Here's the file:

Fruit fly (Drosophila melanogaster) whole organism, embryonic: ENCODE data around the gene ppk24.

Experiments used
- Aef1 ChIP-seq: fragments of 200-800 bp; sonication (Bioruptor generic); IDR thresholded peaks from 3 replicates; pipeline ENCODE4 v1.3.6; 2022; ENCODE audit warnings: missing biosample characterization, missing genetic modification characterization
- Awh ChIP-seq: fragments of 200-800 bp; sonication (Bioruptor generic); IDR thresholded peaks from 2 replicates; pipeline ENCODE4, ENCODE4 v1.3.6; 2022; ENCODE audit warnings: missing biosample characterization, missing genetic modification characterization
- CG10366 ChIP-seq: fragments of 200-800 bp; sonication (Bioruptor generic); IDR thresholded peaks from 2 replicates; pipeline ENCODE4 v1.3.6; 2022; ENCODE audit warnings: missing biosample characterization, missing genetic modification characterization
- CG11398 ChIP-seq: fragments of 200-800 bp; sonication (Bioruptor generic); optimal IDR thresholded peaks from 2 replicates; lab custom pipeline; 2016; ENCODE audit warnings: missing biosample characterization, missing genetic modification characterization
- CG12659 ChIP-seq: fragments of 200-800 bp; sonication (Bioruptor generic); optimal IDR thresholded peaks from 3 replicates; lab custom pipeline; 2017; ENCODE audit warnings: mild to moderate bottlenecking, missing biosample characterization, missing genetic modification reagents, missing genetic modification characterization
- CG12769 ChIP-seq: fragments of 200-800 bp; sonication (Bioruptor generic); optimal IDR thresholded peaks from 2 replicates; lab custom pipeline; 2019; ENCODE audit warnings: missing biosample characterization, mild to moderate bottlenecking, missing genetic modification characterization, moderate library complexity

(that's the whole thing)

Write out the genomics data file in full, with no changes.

Fruit fly (Drosophila melanogaster) whole organism, embryonic: ENCODE data around the gene ppk24.

Experiments used
- Aef1 ChIP-seq: fragments of 200-800 bp; sonication (Bioruptor generic); IDR thresholded peaks from 3 replicates; pipeline ENCODE4 v1.3.6; 2022; ENCODE audit warnings: missing biosample characterization, missing genetic modification characterization
- Awh ChIP-seq: fragments of 200-800 bp; sonication (Bioruptor generic); IDR thresholded peaks from 2 replicates; pipeline ENCODE4, ENCODE4 v1.3.6; 2022; ENCODE audit warnings: missing biosample characterization, missing genetic modification characterization
- CG10366 ChIP-seq: fragments of 200-800 bp; sonication (Bioruptor generic); IDR thresholded peaks from 2 replicates; pipeline ENCODE4 v1.3.6; 2022; ENCODE audit warnings: missing biosample characterization, missing genetic modification characterization
- CG11398 ChIP-seq: fragments of 200-800 bp; sonication (Bioruptor generic); optimal IDR thresholded peaks from 2 replicates; lab custom pipeline; 2016; ENCODE audit warnings: missing biosample characterization, missing genetic modification characterization
- CG12659 ChIP-seq: fragments of 200-800 bp; sonication (Bioruptor generic); optimal IDR thresholded peaks from 3 replicates; lab custom pipeline; 2017; ENCODE audit warnings: mild to moderate bottlenecking, missing biosample characterization, missing genetic modification reagents, missing genetic modification characterization
- CG12769 ChIP-seq: fragments of 200-800 bp; sonication (Bioruptor generic); optimal IDR thresholded peaks from 2 replicates; lab custom pipeline; 2019; ENCODE audit warnings: missing biosample characterization, mild to moderate bottlenecking, missing genetic modification characterization, moderate library complexity